From viruses to bacteria, there are hundreds of different kinds of infections you can get at a hospital.
It is a big national problem and one that is consuming a tremendous amount of health care resources and doctors,” says Dr. Norm Lindenmuth, vice president and chief medical officer of quality at Excellus BCBS in
The most recent data from Excellus shows in 2004, more than 4000 people in the Finger Lakes region contracted an infection at area hospitals; 221 people died from those infections. Beginning this year, a new state law requires hospitals across
“It's an overwhelming job, you wouldn't think it would be that difficult, but the number of cultures going to the laboratory every day coming from different regions of the hospital, coming from different time frames it gets very, very difficult to identify and track patterns,” says Lindenmuth.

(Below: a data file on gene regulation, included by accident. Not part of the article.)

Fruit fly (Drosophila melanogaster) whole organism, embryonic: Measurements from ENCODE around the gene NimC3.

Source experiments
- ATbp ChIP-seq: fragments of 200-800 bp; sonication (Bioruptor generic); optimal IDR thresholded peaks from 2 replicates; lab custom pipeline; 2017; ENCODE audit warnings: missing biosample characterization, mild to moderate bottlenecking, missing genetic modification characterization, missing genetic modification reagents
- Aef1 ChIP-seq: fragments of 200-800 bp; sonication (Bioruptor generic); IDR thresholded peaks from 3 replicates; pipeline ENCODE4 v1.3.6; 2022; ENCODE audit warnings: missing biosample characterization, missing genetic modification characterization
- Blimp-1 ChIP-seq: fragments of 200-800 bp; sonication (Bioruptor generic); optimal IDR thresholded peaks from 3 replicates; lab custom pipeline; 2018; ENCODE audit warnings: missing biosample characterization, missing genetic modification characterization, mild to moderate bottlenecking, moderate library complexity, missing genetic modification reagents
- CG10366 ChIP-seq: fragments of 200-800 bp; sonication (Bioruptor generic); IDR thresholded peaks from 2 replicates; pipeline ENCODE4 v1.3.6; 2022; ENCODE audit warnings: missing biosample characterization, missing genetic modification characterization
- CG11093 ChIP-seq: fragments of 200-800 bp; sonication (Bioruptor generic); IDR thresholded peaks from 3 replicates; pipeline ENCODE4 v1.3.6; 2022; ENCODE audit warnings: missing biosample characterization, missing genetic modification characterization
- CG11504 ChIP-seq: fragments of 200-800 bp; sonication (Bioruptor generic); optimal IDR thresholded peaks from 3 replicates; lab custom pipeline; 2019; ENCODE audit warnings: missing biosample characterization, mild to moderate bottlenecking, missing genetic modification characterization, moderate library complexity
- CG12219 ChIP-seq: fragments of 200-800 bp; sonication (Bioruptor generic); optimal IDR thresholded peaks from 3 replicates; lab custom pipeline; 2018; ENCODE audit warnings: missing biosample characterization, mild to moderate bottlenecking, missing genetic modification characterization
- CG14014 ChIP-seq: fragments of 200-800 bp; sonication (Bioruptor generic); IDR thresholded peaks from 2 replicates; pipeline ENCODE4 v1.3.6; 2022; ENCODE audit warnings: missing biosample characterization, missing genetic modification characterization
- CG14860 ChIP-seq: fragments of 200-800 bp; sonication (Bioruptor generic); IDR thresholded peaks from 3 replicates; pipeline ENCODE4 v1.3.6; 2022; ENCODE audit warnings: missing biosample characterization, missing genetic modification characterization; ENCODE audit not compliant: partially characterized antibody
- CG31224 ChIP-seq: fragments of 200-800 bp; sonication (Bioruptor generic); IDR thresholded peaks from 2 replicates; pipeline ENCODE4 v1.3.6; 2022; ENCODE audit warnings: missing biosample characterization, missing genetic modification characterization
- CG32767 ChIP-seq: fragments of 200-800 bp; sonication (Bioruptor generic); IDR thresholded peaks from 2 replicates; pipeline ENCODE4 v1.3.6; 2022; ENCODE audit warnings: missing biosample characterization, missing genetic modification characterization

“What it has changed is the fact that there are certainly are deadlines, timing, electronic entry into systems,” says Linda Greene, RN who heads the infection control unit at Rochester General Hospital, “you not only look at the patients who get infected but you also look at denominator data on all people who had that particular procedure.”
Many area hospitals like
“We've been able to use technology to help us work smarter,” says Greene.